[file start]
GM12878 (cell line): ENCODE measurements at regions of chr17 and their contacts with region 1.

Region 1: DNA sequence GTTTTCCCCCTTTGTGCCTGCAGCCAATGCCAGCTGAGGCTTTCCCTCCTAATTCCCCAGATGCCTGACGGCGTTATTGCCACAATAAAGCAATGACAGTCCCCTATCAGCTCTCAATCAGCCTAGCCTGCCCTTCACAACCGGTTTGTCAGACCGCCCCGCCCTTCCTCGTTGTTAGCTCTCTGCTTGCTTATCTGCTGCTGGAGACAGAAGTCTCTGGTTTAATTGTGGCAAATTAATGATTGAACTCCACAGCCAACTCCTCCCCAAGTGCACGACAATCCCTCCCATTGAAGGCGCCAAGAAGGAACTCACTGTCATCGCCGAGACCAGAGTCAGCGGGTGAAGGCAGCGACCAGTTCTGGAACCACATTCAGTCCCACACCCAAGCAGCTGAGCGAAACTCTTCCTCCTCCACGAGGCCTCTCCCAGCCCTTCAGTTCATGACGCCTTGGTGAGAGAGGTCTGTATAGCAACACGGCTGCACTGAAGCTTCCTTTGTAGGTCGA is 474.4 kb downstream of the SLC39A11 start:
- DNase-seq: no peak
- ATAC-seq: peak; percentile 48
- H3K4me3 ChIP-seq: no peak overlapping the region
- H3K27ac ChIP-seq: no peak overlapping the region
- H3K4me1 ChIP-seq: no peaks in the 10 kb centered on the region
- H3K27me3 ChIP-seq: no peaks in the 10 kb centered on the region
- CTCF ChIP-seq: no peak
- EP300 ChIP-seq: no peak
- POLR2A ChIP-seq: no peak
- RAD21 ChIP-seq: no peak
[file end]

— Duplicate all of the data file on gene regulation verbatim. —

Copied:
GM12878 (cell line): ENCODE measurements at regions of chr17 and their contacts with region 1.

Region 1: DNA sequence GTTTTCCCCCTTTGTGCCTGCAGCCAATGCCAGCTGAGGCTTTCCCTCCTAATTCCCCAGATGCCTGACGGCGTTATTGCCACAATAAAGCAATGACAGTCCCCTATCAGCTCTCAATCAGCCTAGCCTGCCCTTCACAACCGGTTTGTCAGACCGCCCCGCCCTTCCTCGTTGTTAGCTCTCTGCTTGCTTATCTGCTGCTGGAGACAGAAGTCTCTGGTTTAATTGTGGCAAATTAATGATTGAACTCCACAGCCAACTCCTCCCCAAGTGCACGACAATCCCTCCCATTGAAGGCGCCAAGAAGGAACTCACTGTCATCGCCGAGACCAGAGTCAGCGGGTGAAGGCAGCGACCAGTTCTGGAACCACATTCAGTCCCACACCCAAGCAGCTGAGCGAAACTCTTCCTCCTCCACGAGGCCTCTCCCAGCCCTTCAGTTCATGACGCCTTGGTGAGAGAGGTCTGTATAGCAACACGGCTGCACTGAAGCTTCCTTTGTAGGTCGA is 474.4 kb downstream of the SLC39A11 start:
- DNase-seq: no peak
- ATAC-seq: peak; percentile 48
- H3K4me3 ChIP-seq: no peak overlapping the region
- H3K27ac ChIP-seq: no peak overlapping the region
- H3K4me1 ChIP-seq: no peaks in the 10 kb centered on the region
- H3K27me3 ChIP-seq: no peaks in the 10 kb centered on the region
- CTCF ChIP-seq: no peak
- EP300 ChIP-seq: no peak
- POLR2A ChIP-seq: no peak
- RAD21 ChIP-seq: no peak